Finding Nemo, a learning journey about trunking on Solaris 10

Recently, I was looking for information on what Ethernet cards will work with Nemo drivers for link aggregation/trunking. It was a long search and took me a while to figure out what is supported and what product/technologies should be used on what hardware. So, here are my notes for configuring trunking on various Solaris 10 systems.

The first thing you should do before even begin working on trunking on a Solaris 10 machine is to make sure it has latest patches.

Next, check what kind of Ethernet driver do you have. There are several ways you can find out. Here is one way:

dladm show-link

Look for the first word for each line. If you see any of the following driver types, then you can use Nemo drivers: bge, e1000g, xge, nge, rge, ixgb

If you have qfe, ge, or ce, then you should use Sun Trunking 1.3. See also support matrix.

Let’s say that you have Nemo supported drivers, then here are the steps to setup link aggregation:

1. Identify which ports you want to aggregate. dladm show-link should give you an idea what are available. I’ll assume you want to aggregate bge0 and bge1.
2. Run the following command to create an aggregation interface:

dladm create-aggr -d bge0 -d bge1 1

If you get an error, it is most likly you either attempting to use Nemo drivers on a not supported Ethernet driver or you do not have the latest patches for Solaris 10.
3. Plumb the interface. See example below:

ifconfig aggr1 plub 192.168.1.200 up

4. Check the configuration:

dladm show-aggr
ifconfig -a

If you decided that Sun Trunking 1.3 is what you need, then follow the steps below:

1. Download the binary.
2. Read the Installation Guide
3. After unzip the binary from step #1, follow the installation steps stated in page 46 (printed on the left corner on the page or page 56 according to your Acrobat reader) in the Installation guide.
4. Install the appripriate patches for the driver you use. See page 44 (printed on the page or 54 according to Acrobat reader) in the Installation Guide.
5. Set local-mac-address as root on the command-line:

eeprom local-mac-address?=true

6.Reboot
7. Make sure the interfacs that you want aggregate isn’t plumb. If not, use the following command to unplumb:

ifconfig ce0 unplumb

8 Create an aggregated interface

/etc/opt/SUNWconn/bin/nettr -setup 0 device ce  members=0,1

This should create an aggregated interface for use with switches (MAC based policy) If you want to use Round Robin for back to back connection, use the following command instead:

/etc/opt/SUNWconn/bin/nettr -setup 0 device ce members=0,1 policy=2

See Page 29 and 32 for further information about other policies.
9. Plumb the interface.

ifconfig ce0 plumb 192.168.1.200 up

10. Check config:

/etc/opt/SUNWconn/bin/nettr -conf

Life will be easier once you get clearview with Solaris.

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14 thoughts on “Finding Nemo, a learning journey about trunking on Solaris 10

  1. Thanks for the nice write up.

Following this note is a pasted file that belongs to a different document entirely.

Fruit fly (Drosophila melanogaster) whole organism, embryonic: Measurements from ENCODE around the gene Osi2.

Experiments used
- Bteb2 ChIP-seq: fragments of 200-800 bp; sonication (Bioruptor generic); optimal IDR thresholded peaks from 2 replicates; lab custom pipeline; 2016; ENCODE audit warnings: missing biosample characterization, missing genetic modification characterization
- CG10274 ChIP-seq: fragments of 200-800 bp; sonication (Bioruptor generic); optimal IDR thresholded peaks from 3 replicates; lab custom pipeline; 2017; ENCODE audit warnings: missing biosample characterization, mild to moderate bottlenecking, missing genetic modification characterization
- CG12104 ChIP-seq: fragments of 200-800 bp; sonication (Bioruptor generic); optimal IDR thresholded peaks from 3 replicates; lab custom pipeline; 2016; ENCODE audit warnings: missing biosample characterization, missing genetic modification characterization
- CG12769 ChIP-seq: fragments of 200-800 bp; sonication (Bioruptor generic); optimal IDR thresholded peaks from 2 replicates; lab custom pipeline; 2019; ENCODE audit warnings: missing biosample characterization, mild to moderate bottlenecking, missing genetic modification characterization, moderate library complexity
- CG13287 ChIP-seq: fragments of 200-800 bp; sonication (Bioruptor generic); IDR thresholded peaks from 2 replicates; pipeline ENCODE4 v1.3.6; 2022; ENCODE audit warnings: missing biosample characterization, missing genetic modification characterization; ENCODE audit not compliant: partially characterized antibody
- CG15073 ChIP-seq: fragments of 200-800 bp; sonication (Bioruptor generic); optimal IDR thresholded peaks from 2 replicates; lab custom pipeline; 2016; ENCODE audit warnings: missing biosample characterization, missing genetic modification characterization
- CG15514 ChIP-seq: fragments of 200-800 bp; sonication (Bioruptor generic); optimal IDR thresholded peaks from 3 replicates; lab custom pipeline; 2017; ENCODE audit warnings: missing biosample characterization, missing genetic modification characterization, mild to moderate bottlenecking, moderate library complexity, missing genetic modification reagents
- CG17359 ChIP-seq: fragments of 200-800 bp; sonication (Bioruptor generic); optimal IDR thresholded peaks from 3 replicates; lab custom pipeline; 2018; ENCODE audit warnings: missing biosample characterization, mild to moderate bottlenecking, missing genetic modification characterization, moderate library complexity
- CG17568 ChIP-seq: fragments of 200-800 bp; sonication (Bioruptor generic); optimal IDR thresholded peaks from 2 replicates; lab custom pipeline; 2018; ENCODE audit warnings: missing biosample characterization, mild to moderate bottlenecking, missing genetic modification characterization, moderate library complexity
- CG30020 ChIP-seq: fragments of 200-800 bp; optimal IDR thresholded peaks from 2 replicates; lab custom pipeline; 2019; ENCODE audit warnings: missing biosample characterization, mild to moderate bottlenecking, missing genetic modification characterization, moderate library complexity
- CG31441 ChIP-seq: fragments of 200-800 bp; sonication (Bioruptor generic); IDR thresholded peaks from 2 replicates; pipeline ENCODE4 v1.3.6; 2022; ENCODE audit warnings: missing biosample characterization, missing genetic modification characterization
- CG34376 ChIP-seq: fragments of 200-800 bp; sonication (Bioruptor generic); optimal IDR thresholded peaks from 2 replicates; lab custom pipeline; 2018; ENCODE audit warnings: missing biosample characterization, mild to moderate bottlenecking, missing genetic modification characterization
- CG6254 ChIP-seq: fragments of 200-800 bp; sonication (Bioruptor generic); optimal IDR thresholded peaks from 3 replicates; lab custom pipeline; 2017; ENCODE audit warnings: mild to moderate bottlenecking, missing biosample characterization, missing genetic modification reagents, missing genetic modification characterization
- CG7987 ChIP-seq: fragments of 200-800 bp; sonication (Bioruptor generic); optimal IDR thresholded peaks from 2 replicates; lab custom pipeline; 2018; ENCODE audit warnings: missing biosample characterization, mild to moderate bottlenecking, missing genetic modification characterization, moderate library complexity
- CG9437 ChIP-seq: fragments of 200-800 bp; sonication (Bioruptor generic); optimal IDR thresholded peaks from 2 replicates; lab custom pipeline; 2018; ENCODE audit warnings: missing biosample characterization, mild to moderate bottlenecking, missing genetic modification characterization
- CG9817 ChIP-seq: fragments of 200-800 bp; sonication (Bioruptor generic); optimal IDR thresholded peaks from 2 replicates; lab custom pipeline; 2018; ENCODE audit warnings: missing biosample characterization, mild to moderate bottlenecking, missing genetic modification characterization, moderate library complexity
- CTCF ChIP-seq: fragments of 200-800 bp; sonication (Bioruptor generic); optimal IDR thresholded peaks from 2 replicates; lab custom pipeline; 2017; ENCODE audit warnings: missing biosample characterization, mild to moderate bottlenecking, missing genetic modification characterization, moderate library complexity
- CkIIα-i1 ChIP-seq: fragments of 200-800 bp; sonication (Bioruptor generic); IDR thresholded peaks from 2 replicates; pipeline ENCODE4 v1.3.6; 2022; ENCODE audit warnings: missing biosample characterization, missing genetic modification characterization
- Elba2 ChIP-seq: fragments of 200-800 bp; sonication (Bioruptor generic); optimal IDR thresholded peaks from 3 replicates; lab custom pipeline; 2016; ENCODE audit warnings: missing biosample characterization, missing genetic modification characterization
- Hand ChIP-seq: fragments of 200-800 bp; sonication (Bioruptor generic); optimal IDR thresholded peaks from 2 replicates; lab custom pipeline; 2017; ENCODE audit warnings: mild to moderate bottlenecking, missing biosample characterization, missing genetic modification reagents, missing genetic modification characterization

RE: Step 8 – Create an aggregated interface

    “This should create an aggregated interface for use with switches…”

    I’m unsure what needs to be done (if anything) on the switch side to get Sun Trunking 1.3 working.

    Do you know if a consumer-grade NetGear GigE switch will work with Sun Trunking? I have a Sun Blade 100 with a QFE card and want to trunk all 4 ports to an unmanaged NetGear GigE switch.

  2. Thanks.

    I didn’t have to do anything on the switch to get trunking to work. Switches typically work below TCP/IP layer (MAC), so I would give this a try and see what happens.

  3. Thanks for the info. It was short, easy to read and to the point. I was able to get it up and running on 6 – x4600’s and 2 4200’s.

  4. Thanks for the info. It’s been very helpful. One thing I would like to add to the note is to make sure the interface(s) are unplumbed before add the device to the aggregate.

    Connie

  5. Hi Dave,

    Is there any option to use to select that you want to create a “fat pipe” I have one one 4-port e1000g card and I am trying to use three ports as one one fast link between another machine.

    I have both machines setup the same way but it still takes two minutes to transmit 10 GB.

  6. It appears that the e1000g interfaces cannot do Round Robin in Solaris 10. From what I see, Sun Trunking software does not support this interface and dladm does not do Round Robin. I have two servers connected point to point and I can’t configure the x4500 to do Round Robin, only a hash can be used which is not very useful in my configuration.

  7. Two things missing:

    1. Explanation of what role plays LACP at switch level, anything to configure? it is not clear based on the text

    2. Why nettr was used instead of dladm ? explanation of nettr vs. dladm is missing

  8. I’ve been wanting to set up teaming for a while. I have a V480 running Solaris 10, a cisco 3550-12T (supports LACP), one x86 machine running OpenSolaris, and one x64 machine running OpenSolaris. I can’t seem to find any information on whether all the NICs support this.

    V480 – 2 bge
    OS1 – 1 rge, 1 nge
    OS2 – 1 e1000g, 1 rge

    Can you tell me if they will work?

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